Catfish Basics #008 – Flatheads on Artificial Lures

The flathead catfish is one amazing predator and no doubt one of the coolest and strongest fish in fresh water. They are incredibly efficient hunters. One of many common misconceptions is that they feed mainly on or towards the bottom. “This is way off base,” says Kansas angler Keith Severns who often chases the whiskered beasts in a float tube that allows him to get in places other anglers can’t.

“These camouflaged mini-subs hunt the entire water column, even the top. This is just one of many reasons why I like to use artificial lures to intercept and fool these whiskered beasts when they are doing their daily or nightly feeding forays.”

Bait shop rumors occasional include a flatty being caught on an artificial bait. It happens most often when anglers are targeting a different species. Most people refer to the catch as an “accident”, but Keith will tell you that those catches are not accidents. “Those catches are incidents and they can happen all the time for you, just as they have for me.”

“Benefits of using artificial baits include being able to use a wide variety of different lure categories and a wide variety of different methods and presentations,” instructs Severns. “The methods I uses allow you to cover large sections of a waterway and cover all the different zones in the water column. The idea is to unlock the ever-changing daily puzzle of figuring out what areas and what depths the fish are using and figuring out what kind of mood they are in.”

“If they are in a neutral or negative mood (not feeding well), things can be tough, but you can still score by using more finesse techniques,” continued Severns. “I would try something different like drop shotting or vertical jigging with Gulp Eels or Gulp Jerk Shads.”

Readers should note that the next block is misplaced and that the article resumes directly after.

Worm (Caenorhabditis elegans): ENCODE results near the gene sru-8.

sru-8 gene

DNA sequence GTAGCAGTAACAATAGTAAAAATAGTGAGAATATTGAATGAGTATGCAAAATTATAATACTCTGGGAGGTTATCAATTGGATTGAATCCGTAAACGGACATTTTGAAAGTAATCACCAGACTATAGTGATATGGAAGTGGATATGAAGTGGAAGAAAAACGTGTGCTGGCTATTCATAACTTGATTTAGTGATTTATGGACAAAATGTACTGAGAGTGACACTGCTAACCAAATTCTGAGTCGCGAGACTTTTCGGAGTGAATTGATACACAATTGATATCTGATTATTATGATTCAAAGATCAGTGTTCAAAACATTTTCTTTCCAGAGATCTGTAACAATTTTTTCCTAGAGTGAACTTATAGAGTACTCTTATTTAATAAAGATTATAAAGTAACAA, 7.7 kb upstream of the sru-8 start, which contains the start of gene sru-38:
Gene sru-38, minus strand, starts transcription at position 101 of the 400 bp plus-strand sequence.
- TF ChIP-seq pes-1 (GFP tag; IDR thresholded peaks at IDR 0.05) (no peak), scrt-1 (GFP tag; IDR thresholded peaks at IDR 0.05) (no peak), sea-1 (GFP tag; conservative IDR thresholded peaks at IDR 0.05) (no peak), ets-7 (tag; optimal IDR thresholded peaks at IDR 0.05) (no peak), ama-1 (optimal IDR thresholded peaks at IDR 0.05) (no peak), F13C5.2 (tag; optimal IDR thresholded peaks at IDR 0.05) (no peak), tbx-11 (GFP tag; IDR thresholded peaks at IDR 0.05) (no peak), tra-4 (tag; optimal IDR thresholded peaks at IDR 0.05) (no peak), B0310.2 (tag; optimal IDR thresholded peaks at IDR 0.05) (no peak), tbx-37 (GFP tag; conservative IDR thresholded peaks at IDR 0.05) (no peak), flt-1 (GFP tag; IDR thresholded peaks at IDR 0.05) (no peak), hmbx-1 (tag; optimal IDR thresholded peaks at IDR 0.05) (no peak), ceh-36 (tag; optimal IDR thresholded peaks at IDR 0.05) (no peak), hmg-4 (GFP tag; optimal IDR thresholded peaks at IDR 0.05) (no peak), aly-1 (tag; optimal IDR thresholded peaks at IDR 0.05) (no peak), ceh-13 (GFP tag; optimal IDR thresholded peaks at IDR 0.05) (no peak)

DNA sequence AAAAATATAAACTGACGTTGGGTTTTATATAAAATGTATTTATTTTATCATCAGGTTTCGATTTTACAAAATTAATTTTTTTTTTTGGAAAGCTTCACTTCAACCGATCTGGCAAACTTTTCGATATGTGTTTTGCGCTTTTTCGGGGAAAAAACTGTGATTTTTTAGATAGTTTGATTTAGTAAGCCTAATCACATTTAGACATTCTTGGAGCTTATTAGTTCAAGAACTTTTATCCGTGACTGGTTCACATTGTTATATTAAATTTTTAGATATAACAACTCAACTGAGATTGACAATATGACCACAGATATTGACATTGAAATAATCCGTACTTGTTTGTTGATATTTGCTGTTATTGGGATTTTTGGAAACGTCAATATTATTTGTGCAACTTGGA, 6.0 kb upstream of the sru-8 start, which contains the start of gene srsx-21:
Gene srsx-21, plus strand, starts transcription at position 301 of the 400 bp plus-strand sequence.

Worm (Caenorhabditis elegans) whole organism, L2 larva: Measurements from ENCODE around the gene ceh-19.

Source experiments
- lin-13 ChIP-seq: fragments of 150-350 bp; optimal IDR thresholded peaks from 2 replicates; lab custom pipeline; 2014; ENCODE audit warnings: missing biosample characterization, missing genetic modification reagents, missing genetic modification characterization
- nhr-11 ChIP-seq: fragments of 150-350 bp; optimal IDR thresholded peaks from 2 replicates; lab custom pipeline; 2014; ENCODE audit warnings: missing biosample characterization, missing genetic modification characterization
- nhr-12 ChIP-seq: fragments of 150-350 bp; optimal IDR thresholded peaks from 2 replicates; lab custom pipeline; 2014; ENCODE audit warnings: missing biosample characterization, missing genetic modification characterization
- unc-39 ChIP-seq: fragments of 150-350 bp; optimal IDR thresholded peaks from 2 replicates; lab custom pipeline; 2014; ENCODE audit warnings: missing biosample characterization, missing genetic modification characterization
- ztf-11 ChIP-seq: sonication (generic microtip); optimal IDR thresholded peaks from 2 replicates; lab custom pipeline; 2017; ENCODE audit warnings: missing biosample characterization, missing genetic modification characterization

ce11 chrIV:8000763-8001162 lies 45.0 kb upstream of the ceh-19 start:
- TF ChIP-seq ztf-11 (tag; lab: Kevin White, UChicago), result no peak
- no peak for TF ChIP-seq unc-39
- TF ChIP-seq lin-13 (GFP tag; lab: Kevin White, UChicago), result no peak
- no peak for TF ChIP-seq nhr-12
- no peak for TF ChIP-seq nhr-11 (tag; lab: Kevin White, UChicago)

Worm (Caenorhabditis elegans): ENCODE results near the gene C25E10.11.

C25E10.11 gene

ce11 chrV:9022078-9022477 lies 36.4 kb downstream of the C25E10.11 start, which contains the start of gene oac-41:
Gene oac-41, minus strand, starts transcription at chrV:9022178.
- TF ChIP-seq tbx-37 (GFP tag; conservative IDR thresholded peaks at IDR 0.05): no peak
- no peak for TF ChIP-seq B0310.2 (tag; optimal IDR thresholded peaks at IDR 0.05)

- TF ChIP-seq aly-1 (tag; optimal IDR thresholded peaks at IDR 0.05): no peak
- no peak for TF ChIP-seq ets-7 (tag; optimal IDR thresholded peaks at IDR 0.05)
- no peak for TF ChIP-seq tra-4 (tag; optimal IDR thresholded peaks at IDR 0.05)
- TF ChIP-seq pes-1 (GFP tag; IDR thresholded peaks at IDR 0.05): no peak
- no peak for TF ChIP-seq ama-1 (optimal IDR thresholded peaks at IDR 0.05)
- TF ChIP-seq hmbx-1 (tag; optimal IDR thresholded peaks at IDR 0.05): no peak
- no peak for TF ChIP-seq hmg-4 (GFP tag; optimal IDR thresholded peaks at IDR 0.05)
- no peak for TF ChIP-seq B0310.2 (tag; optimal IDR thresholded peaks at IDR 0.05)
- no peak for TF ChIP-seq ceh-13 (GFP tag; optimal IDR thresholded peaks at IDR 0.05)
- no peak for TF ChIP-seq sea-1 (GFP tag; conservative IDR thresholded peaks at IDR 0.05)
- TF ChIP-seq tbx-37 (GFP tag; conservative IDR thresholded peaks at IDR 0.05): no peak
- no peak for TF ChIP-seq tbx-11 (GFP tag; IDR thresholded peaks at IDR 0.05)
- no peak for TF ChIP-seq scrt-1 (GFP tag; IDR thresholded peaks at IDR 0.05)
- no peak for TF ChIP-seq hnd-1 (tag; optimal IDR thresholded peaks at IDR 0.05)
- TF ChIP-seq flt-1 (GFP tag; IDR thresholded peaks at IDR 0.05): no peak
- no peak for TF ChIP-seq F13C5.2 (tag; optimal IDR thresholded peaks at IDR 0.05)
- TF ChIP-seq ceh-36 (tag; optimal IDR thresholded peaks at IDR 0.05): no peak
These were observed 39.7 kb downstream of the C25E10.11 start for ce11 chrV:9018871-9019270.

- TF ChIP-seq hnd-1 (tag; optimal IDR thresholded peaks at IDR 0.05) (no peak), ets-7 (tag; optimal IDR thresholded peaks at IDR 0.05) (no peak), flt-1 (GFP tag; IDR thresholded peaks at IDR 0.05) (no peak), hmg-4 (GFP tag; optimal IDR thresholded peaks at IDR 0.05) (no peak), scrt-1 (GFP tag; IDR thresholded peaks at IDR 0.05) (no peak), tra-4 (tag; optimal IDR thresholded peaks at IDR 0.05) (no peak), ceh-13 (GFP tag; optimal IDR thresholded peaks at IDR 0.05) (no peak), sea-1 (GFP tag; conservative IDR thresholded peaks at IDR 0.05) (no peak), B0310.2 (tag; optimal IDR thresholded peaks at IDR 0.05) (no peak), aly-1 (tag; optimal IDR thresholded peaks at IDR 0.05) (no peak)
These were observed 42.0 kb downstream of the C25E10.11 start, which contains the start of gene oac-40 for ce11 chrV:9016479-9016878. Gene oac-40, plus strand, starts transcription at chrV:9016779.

“Another tactic where artificials shine when fish are inactive is to coax them into feeding using different speeds,” advised Severns. “High speed/low speed or a pause followed by a fast sweep or banging a lure into and deflecting off of cover may trigger a strike. All of these things mimic an escape maneuver by prey which can often trigger instinctive strikes from predators.”

Keith also uses wounded or dying prey techniques. They can be hard for fish to resist because it is an easy opportunity to feed. “These techniques include ‘killing’ (stopping) a swimming lure such as a swimbait and just letting it die and fall to the bottom,” suggested Severns. “Another technique is to pitch around the edges of cover and let your offering flutter slowly towards the bottom on semi-slack line.”

Try some of Severns artificial bait techniques to Improve your flathead catching. What have you got to lose?

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